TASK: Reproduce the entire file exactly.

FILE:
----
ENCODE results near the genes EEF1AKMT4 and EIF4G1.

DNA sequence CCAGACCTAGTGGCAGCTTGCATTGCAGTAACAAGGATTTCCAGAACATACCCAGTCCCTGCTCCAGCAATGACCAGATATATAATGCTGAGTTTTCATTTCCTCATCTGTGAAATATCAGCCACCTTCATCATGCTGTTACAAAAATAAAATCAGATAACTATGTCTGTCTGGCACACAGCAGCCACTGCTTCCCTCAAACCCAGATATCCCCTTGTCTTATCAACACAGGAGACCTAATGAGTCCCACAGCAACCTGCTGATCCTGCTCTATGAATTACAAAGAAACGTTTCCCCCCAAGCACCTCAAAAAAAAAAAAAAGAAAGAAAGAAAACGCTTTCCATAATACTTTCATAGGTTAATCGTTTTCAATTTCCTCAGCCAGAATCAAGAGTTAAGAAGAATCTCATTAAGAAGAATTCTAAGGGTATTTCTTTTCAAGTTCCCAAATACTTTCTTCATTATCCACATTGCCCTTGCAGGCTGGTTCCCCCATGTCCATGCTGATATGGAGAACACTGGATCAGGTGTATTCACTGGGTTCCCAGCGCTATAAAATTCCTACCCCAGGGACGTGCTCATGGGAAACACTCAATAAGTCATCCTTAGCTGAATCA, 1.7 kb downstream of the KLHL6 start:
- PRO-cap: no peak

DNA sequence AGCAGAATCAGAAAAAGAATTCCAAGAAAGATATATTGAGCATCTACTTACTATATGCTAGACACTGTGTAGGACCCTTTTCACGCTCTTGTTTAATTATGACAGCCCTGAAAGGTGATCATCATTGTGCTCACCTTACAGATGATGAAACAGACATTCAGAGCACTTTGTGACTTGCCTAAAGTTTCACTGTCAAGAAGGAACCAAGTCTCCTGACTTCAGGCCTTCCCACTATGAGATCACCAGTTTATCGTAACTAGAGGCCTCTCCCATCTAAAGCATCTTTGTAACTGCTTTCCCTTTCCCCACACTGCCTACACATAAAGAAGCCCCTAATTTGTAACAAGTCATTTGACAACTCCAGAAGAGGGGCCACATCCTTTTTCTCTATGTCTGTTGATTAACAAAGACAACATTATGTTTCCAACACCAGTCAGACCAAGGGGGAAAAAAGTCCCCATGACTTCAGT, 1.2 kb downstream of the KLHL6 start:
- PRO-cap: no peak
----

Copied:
ENCODE results near the genes EEF1AKMT4 and EIF4G1.

DNA sequence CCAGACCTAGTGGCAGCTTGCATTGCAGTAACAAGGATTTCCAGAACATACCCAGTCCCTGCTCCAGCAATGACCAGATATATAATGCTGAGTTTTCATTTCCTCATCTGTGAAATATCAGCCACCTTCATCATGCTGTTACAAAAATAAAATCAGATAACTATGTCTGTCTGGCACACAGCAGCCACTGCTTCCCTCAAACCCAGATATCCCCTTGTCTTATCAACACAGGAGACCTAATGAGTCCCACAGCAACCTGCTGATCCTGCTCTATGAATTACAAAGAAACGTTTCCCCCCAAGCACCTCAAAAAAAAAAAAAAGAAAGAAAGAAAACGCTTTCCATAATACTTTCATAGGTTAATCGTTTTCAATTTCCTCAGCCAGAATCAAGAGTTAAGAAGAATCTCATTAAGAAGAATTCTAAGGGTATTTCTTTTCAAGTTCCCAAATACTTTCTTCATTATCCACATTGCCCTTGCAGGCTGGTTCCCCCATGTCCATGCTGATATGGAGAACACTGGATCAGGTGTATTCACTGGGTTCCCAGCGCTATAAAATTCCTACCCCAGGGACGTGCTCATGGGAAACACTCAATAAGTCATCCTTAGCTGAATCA, 1.7 kb downstream of the KLHL6 start:
- PRO-cap: no peak

DNA sequence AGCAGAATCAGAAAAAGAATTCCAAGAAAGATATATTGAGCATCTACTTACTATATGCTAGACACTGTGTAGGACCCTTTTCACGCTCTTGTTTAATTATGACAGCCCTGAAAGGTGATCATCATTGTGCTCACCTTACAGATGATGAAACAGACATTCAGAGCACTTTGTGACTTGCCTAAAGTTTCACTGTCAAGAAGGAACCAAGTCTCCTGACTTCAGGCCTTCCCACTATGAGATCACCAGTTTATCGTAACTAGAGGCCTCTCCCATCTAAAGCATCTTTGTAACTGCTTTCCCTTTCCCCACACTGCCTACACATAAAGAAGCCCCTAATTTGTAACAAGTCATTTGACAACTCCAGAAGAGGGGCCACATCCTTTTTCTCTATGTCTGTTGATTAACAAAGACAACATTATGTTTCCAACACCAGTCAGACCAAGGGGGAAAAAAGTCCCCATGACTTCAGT, 1.2 kb downstream of the KLHL6 start:
- PRO-cap: no peak